Loss of pin fixation in displaced supracondylar humeral fractures in children: Causes and prevention
ABSTRACT Although the results are generally good following pin fixation of supracondylar humeral fractures in children, occasionally there is postoperative displacement. The purposes of the present study were to identify the causes leading to loss of fixation after pin fixation and to present methods for prevention.
We evaluated 322 displaced supracondylar humeral fractures that had been treated with percutaneous pin fixation. We examined fracture classification, pin configuration, intraoperative alignment after fixation, change in alignment after fixation, details of additional procedures, and final radiographic and clinical outcomes.
Adequate radiographs were available for 279 of the 322 fractures. Eight (2.9%) of the 279 fractures were associated with postoperative loss of fixation; all eight were Gartland type-III fractures. Seven of these eight fractures initially had been treated with two lateral-entry pins, and one had been treated with two crossed pins. In patients with Gartland type-III fractures, loss of fixation was successfully avoided more often when three pins were used (with fixation being maintained in thirty-seven of thirty-seven patients) as opposed to when two lateral-entry pins were used (with fixation being maintained in thirty-five of forty-two patients) (p = 0.01). In all cases, loss of fixation was due to technical errors that were identifiable on the intraoperative fluoroscopic images and that could have been prevented with proper technique. We identified three types of pin-fixation errors: (1) failure to engage both fragments with two pins or more, (2) failure to achieve bicortical fixation with two pins or more, and (3) failure to achieve adequate pin separation (>2 mm) at the fracture site.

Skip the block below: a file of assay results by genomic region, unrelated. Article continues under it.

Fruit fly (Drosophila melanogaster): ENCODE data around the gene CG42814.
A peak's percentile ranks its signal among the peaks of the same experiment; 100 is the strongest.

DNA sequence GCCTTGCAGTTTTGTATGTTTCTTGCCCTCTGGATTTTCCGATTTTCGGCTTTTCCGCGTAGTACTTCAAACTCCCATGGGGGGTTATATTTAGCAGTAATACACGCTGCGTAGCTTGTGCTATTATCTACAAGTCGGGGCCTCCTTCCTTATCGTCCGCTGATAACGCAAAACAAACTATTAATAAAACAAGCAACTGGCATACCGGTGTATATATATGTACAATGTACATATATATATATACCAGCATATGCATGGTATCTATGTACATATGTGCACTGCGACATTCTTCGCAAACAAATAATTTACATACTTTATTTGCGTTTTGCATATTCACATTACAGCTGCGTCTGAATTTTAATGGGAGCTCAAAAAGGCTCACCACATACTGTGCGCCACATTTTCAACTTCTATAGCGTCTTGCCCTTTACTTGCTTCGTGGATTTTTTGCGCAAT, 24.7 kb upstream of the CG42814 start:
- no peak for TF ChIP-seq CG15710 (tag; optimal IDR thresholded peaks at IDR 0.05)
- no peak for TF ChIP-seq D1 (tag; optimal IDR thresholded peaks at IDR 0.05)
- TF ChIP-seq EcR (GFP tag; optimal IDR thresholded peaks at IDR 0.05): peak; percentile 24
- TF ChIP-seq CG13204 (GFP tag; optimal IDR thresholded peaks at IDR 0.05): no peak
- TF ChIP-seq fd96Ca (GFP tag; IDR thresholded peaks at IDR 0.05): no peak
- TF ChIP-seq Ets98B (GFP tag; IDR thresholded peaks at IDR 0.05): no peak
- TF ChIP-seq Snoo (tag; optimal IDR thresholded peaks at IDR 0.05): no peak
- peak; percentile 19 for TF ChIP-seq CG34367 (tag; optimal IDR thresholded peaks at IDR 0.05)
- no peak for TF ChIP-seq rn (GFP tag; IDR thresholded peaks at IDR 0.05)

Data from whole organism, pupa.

Postoperative displacement following pin fixation of supracondylar humeral fractures in children is uncommon. In the present series, loss of fixation was most likely to occur when Gartland type-III fractures were treated with two lateral-entry pins. There were no failures when three pins were used. In all cases of failure, there were identifiable technical errors in pin placement.
Therapeutic Level III. See Instructions to Authors for a complete description of levels of evidence.